The most recent update of the American Diabetes Association’s (ADA) Standards of Medical Care in Diabetes includes primarily minor changes in treatment recommendations. The most striking developments within the update are found in the section on diagnosis, which adds a third blood test to the two already used for screening—fasting plasma glucose (FPG) and the oral glucose tolerance test (OGTT).
The third method—the hemoglobin (Hb) A1c test—measures the percentage of hemoglobin bound to glucose. This percentage represents plasma glucose levels over the prior three months. HbA1c values have long been used to monitor glycemic control and to estimate a person’s risk of diabetes complication.
“It’s an advance insofar the screening of patients will be made more convenient: [blood samples] needn’t be obtained while the patient is fasting,” says Silvio Inzucchi, MD, director of the Yale Diabetes Center in New Haven, Conn., and chairman of the committee that wrote the update.
In addition, Dr. Inzucchi points out, HbA1c is more stable from day to day: It is not influenced by perturbations like acute illness that could falsify FPG and OGTT, and unlike the other tests, HbA1c readings remain accurate even when processing is delayed.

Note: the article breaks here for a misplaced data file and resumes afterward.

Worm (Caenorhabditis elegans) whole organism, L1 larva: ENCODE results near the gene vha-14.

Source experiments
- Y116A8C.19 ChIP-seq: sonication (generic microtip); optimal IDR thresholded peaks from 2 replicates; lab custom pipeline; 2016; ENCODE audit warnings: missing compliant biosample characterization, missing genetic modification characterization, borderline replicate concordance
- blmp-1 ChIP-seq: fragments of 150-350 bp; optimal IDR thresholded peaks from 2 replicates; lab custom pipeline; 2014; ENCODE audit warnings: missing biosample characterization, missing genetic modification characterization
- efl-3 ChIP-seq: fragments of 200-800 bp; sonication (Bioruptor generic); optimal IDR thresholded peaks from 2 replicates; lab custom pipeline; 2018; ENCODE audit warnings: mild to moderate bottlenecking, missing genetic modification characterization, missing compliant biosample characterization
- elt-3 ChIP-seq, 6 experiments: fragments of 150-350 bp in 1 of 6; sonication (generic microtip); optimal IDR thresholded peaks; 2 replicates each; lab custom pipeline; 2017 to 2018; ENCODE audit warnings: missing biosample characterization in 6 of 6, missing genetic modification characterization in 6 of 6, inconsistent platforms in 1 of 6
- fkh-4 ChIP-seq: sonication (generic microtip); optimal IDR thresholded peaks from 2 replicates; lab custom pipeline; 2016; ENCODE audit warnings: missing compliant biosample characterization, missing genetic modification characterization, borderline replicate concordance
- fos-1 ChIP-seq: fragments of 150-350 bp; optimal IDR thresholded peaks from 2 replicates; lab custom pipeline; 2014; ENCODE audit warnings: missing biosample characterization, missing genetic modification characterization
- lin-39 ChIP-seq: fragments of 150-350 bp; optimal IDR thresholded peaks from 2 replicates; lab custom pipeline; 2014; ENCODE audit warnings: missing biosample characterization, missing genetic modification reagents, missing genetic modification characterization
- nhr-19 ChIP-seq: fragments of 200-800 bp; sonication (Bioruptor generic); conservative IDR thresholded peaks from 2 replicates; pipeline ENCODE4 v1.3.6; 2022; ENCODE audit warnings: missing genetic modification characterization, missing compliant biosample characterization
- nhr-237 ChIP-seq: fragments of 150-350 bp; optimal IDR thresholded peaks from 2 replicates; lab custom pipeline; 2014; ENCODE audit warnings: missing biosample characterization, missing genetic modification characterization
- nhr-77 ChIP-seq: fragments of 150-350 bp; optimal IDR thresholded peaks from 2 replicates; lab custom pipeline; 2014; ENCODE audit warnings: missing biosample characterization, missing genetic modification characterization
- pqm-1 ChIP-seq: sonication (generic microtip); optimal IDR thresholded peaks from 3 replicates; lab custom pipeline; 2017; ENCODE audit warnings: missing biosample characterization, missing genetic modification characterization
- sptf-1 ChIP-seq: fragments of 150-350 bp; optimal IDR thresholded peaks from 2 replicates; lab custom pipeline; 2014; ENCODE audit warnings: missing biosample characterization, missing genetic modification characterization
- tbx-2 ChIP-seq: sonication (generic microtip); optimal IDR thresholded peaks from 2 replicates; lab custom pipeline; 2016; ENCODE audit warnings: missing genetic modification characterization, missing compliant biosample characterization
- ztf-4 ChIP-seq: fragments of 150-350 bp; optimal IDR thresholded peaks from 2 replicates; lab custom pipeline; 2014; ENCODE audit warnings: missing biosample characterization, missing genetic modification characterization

Screening and diagnosis
Like previous versions, the update recommends screening for all individuals aged 45 years and older and overweight patients (BMI ≥25) with one or more additional risk factors. These risk factors include physical inactivity, hypertension, low HDL (<35 mg/dL) or elevated triglyceride levels (>250 mg/dL), positive family history, and (for women) polycystic ovary syndrome.
Overweight individuals of Latino, African American, Asian American, or Pacific Islander ethnicity should be screened with or without other risk factors, as should women who have delivered a baby weighing >9 lb.
The threshold for a diagnosis of diabetes is FPG ≥126 mg/dL, or two-hour plasma glucose ≥200 mg/dL during OGTT. With the HbA1c test, the threshold is 6.5%. Not infrequently, readings are abnormal for one test but not another. “The ADA decided to go with the more abnormal test when tests are discordant, as long as it is repeated and the results confirmed,” explains Dr. Inzucchi.
A test reading that is elevated but below the threshold for diabetes, traditionally described as “prediabetes,” is also called “increased risk for diabetes” in the update; it suggests heightened risk of cardiovascular disease (CVD) as well. The ranges are 100-125 mg/dL on FPG, two-hour glucose of 140-199 mg/dL on OGTT, and 5.7%-6.4% on HbA1c.
Patients testing at these levels should be rescreened every year and counseled to incorporate lifestyle changes to prevent or delay diabetes. Such changes include losing 5%-10% of body weight (for those who are overweight) and adhering to the same physical activity and nutrition guidelines recommended for diabetes.
Metformin should be considered for those persons at “very high risk”—that is prediabetic individuals younger than age 60 years who are obese and whose HbA1c results are >6%, and who have hypertension, low HDL or high triglycerides, or family history of diabetes.